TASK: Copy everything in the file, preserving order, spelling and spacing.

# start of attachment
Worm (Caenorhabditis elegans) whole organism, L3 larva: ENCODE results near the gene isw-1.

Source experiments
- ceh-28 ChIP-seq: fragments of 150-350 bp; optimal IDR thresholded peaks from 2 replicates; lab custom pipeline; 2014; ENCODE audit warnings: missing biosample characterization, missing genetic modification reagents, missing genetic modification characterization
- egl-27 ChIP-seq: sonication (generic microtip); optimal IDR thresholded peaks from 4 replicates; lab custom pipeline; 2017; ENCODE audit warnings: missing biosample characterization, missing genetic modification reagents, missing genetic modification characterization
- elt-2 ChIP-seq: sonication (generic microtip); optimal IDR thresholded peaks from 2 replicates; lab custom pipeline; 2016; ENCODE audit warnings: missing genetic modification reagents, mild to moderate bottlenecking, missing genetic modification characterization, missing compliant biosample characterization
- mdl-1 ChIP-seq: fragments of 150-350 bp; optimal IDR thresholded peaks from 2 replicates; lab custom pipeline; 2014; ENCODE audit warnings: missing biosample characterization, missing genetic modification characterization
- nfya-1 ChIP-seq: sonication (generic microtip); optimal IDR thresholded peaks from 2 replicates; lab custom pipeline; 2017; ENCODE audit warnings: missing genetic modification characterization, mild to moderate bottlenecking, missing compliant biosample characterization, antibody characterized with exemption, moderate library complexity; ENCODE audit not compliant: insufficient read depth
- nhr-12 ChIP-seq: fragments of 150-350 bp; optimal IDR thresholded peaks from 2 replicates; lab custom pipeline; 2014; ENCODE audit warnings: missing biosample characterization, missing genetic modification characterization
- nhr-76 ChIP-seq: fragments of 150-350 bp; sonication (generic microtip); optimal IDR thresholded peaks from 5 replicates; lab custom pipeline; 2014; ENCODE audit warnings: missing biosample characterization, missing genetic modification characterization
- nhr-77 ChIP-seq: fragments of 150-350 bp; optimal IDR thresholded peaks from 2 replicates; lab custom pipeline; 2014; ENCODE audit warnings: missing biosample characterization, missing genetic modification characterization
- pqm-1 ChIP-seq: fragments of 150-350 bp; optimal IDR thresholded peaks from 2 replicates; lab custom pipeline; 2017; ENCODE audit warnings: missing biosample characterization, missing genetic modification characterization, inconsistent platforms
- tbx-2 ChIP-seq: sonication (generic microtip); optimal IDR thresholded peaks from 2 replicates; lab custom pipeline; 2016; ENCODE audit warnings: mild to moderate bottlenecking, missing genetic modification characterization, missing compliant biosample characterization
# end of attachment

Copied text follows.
Worm (Caenorhabditis elegans) whole organism, L3 larva: ENCODE results near the gene isw-1.

Source experiments
- ceh-28 ChIP-seq: fragments of 150-350 bp; optimal IDR thresholded peaks from 2 replicates; lab custom pipeline; 2014; ENCODE audit warnings: missing biosample characterization, missing genetic modification reagents, missing genetic modification characterization
- egl-27 ChIP-seq: sonication (generic microtip); optimal IDR thresholded peaks from 4 replicates; lab custom pipeline; 2017; ENCODE audit warnings: missing biosample characterization, missing genetic modification reagents, missing genetic modification characterization
- elt-2 ChIP-seq: sonication (generic microtip); optimal IDR thresholded peaks from 2 replicates; lab custom pipeline; 2016; ENCODE audit warnings: missing genetic modification reagents, mild to moderate bottlenecking, missing genetic modification characterization, missing compliant biosample characterization
- mdl-1 ChIP-seq: fragments of 150-350 bp; optimal IDR thresholded peaks from 2 replicates; lab custom pipeline; 2014; ENCODE audit warnings: missing biosample characterization, missing genetic modification characterization
- nfya-1 ChIP-seq: sonication (generic microtip); optimal IDR thresholded peaks from 2 replicates; lab custom pipeline; 2017; ENCODE audit warnings: missing genetic modification characterization, mild to moderate bottlenecking, missing compliant biosample characterization, antibody characterized with exemption, moderate library complexity; ENCODE audit not compliant: insufficient read depth
- nhr-12 ChIP-seq: fragments of 150-350 bp; optimal IDR thresholded peaks from 2 replicates; lab custom pipeline; 2014; ENCODE audit warnings: missing biosample characterization, missing genetic modification characterization
- nhr-76 ChIP-seq: fragments of 150-350 bp; sonication (generic microtip); optimal IDR thresholded peaks from 5 replicates; lab custom pipeline; 2014; ENCODE audit warnings: missing biosample characterization, missing genetic modification characterization
- nhr-77 ChIP-seq: fragments of 150-350 bp; optimal IDR thresholded peaks from 2 replicates; lab custom pipeline; 2014; ENCODE audit warnings: missing biosample characterization, missing genetic modification characterization
- pqm-1 ChIP-seq: fragments of 150-350 bp; optimal IDR thresholded peaks from 2 replicates; lab custom pipeline; 2017; ENCODE audit warnings: missing biosample characterization, missing genetic modification characterization, inconsistent platforms
- tbx-2 ChIP-seq: sonication (generic microtip); optimal IDR thresholded peaks from 2 replicates; lab custom pipeline; 2016; ENCODE audit warnings: mild to moderate bottlenecking, missing genetic modification characterization, missing compliant biosample characterization